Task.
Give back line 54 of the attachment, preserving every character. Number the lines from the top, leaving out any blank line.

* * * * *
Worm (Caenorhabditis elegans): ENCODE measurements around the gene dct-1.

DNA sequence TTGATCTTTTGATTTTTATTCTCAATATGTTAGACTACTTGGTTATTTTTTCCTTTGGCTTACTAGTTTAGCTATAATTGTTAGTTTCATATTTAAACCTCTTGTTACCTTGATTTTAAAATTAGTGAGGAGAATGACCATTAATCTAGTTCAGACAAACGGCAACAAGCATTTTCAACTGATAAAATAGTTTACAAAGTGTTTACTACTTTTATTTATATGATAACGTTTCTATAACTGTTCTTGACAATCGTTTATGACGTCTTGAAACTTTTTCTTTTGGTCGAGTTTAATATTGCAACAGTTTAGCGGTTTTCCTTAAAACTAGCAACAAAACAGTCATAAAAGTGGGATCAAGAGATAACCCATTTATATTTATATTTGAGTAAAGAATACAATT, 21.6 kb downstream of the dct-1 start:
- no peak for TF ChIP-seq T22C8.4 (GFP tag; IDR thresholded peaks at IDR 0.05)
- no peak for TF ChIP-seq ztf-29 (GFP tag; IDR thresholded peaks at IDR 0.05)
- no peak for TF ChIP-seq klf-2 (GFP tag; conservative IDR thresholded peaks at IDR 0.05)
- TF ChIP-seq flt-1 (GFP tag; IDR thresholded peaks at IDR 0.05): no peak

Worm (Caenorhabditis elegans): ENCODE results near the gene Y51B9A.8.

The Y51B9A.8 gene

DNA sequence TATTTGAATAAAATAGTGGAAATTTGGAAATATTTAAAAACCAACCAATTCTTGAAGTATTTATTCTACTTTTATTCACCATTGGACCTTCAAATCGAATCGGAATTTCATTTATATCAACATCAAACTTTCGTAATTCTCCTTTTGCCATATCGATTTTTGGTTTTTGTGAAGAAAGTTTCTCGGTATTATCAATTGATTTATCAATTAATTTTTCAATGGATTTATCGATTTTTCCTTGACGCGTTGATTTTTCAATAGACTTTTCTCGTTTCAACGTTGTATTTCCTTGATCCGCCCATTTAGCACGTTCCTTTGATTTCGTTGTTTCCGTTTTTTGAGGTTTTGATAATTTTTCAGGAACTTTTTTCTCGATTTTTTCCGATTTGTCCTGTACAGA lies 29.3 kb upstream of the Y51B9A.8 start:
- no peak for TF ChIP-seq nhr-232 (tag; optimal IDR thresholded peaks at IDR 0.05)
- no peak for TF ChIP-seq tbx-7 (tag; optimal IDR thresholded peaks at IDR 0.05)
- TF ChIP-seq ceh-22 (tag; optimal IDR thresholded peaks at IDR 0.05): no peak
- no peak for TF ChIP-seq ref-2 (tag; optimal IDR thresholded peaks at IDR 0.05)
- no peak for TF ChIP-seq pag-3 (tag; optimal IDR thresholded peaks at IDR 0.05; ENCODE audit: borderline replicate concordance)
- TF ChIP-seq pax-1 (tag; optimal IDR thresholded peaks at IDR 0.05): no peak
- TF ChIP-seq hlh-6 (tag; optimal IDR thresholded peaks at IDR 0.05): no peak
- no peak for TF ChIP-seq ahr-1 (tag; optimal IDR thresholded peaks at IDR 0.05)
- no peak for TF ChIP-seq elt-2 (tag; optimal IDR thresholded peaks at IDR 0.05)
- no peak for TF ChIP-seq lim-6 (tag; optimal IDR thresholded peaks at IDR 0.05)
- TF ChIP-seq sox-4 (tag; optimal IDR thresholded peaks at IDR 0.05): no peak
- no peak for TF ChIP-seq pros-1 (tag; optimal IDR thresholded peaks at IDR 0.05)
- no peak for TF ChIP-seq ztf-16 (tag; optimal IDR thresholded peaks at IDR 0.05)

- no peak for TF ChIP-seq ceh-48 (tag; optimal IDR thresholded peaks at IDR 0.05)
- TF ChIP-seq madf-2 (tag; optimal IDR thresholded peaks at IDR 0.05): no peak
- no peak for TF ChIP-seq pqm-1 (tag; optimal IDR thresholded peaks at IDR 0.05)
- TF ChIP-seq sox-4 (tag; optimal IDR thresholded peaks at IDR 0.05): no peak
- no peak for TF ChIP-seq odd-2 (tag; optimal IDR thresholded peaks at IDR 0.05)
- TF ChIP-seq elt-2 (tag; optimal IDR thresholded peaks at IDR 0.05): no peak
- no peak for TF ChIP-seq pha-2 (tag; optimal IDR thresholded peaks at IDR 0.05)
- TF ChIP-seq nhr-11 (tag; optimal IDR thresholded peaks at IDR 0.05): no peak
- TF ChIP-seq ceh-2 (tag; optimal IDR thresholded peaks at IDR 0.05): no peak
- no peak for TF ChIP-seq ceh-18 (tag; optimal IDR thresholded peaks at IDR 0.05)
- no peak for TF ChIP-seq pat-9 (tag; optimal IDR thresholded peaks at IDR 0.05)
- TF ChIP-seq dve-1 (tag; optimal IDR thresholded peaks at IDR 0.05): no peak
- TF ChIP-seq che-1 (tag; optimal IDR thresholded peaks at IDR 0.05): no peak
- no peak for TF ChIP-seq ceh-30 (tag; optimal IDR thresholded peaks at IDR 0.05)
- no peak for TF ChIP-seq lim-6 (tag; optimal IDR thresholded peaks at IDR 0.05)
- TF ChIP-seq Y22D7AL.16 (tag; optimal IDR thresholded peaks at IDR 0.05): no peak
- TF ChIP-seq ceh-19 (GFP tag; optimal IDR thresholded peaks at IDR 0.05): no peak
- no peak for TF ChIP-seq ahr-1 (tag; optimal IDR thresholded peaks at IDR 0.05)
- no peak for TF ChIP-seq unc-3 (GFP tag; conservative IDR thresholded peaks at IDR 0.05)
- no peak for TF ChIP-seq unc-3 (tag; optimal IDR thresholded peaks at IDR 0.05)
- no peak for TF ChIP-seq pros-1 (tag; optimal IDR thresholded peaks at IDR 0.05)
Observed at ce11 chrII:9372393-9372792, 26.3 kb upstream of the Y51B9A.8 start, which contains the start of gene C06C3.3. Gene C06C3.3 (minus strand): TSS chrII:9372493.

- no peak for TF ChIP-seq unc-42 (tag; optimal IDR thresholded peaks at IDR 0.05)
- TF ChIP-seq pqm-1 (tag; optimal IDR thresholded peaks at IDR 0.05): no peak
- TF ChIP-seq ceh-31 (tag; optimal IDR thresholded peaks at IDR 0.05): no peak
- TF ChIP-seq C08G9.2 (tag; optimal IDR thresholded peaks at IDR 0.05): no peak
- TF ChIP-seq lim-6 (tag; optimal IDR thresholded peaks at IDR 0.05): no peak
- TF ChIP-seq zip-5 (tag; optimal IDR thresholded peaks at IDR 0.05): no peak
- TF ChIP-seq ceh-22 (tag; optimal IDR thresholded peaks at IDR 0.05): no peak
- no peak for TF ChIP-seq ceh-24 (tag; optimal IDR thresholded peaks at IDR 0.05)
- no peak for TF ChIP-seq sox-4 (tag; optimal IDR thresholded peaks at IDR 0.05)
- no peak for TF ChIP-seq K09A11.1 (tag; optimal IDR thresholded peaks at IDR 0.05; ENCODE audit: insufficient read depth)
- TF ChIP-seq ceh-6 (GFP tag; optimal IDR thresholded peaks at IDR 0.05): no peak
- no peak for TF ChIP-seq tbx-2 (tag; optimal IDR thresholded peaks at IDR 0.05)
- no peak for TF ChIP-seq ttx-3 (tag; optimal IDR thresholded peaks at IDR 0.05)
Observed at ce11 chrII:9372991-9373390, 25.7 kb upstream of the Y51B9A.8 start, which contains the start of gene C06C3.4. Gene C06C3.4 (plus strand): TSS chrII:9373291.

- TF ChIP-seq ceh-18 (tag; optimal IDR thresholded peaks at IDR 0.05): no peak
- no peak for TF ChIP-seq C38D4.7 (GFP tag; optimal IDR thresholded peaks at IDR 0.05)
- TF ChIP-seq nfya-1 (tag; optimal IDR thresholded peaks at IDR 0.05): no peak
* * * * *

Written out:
- no peak for TF ChIP-seq K09A11.1 (tag; optimal IDR thresholded peaks at IDR 0.05; ENCODE audit: insufficient read depth)